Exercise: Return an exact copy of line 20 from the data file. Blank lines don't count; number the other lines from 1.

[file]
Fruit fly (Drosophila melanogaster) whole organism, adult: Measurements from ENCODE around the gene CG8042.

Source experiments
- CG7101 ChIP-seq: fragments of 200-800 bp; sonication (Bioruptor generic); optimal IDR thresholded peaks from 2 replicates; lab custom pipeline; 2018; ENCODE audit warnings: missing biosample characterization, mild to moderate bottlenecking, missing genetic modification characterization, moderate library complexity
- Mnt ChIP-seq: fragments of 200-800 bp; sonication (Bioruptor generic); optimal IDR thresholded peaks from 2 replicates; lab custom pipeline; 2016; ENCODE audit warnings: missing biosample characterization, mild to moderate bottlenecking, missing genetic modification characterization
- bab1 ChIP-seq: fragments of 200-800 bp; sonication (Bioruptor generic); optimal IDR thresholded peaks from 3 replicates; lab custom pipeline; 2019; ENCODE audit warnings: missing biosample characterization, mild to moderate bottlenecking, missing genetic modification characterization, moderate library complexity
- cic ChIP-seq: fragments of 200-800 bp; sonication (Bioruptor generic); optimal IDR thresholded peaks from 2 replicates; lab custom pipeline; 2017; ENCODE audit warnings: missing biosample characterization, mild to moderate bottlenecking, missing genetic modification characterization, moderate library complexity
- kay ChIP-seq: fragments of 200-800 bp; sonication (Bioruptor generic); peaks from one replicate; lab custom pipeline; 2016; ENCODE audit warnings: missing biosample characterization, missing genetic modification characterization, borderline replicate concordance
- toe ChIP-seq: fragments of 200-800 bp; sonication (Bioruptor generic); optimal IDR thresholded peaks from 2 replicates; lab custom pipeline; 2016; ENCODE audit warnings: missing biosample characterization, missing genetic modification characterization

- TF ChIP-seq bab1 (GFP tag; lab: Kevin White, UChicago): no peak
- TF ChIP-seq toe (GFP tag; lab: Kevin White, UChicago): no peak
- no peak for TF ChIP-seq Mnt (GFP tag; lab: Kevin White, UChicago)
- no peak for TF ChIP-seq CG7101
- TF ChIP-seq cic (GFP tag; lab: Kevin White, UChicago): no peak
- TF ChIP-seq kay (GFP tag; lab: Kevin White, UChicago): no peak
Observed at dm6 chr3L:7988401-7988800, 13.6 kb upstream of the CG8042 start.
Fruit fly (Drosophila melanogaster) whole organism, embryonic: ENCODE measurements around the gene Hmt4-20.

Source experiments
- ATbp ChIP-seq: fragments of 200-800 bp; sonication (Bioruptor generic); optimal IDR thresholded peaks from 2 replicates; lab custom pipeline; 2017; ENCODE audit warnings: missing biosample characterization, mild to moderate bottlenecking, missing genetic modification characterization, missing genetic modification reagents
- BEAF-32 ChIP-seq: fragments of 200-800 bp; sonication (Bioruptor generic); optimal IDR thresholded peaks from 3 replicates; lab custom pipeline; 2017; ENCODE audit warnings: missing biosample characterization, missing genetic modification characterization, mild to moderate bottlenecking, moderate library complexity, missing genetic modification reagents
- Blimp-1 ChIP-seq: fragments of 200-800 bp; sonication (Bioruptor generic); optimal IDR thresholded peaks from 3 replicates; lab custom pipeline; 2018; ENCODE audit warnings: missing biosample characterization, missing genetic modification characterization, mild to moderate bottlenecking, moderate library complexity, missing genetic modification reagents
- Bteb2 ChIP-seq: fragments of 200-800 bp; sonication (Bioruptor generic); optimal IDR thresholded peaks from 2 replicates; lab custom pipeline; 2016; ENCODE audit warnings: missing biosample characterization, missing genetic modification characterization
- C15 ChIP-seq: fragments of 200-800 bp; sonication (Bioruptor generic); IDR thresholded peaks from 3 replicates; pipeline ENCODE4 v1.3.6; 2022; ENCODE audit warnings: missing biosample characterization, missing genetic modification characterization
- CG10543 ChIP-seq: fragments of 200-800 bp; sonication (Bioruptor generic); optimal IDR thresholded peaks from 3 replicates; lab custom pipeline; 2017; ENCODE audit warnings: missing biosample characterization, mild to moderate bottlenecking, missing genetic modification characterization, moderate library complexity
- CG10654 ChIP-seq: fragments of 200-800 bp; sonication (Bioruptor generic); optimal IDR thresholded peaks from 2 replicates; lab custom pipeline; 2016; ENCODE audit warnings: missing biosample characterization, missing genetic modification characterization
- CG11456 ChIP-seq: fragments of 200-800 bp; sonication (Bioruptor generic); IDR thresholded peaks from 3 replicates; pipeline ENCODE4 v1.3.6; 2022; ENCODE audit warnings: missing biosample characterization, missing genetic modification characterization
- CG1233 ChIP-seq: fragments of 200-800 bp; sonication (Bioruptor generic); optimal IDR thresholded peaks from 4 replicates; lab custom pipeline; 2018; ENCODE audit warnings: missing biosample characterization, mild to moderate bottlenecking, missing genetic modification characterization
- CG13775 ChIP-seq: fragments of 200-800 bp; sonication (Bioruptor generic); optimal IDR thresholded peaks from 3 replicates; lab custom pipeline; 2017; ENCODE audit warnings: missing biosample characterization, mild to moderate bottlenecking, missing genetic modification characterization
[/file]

- Blimp-1 ChIP-seq: fragments of 200-800 bp; sonication (Bioruptor generic); optimal IDR thresholded peaks from 3 replicates; lab custom pipeline; 2018; ENCODE audit warnings: missing biosample characterization, missing genetic modification characterization, mild to moderate bottlenecking, moderate library complexity, missing genetic modification reagents